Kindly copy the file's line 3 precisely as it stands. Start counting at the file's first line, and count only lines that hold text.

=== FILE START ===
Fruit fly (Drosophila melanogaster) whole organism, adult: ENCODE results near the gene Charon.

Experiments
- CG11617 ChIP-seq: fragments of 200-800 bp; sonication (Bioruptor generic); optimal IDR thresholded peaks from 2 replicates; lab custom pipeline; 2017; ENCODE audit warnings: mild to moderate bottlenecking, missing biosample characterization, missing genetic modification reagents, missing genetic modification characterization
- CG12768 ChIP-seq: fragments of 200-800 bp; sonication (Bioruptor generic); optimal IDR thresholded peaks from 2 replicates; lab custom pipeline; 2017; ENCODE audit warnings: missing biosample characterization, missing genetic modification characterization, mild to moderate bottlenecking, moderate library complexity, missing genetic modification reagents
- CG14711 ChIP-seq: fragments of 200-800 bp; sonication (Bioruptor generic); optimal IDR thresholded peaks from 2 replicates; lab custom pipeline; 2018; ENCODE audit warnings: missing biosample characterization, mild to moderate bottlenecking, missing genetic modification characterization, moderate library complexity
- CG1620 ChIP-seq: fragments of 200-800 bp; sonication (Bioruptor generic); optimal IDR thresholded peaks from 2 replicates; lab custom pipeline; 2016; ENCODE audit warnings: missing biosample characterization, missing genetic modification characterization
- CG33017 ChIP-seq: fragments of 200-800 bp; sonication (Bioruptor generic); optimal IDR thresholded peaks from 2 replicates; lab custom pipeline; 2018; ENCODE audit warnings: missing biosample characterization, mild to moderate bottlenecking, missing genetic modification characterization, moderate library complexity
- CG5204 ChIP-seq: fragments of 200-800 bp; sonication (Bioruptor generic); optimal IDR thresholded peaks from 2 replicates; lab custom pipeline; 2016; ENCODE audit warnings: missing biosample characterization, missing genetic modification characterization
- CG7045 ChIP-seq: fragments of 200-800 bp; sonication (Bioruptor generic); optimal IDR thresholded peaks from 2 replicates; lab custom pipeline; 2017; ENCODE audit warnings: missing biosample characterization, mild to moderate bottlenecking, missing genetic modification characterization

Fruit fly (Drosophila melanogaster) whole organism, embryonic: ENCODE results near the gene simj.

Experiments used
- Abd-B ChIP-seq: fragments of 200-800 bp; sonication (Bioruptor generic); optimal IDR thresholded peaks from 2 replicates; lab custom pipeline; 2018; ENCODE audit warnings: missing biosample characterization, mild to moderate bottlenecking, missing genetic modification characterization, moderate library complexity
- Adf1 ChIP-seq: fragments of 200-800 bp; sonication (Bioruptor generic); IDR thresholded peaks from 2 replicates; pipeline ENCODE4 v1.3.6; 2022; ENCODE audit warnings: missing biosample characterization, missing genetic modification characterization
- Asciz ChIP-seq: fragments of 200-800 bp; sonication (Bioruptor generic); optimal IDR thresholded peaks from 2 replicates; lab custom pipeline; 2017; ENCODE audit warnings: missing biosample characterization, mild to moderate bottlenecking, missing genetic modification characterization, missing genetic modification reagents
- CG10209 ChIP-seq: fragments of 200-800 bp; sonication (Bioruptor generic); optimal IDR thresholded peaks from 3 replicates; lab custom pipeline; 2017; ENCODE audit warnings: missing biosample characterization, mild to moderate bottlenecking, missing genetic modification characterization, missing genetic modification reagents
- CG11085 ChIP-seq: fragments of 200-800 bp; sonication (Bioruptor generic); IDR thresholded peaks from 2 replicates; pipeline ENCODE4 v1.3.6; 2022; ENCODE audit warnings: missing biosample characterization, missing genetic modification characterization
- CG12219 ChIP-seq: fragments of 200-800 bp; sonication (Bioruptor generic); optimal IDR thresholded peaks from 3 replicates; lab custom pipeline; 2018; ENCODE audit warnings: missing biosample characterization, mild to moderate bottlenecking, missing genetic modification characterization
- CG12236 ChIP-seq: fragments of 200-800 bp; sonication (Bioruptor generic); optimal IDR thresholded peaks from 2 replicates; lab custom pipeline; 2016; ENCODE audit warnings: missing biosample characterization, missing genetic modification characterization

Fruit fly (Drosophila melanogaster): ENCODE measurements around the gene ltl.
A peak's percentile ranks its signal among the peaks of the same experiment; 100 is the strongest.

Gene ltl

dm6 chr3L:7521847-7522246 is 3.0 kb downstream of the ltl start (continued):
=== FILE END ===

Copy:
- CG11617 ChIP-seq: fragments of 200-800 bp; sonication (Bioruptor generic); optimal IDR thresholded peaks from 2 replicates; lab custom pipeline; 2017; ENCODE audit warnings: mild to moderate bottlenecking, missing biosample characterization, missing genetic modification reagents, missing genetic modification characterization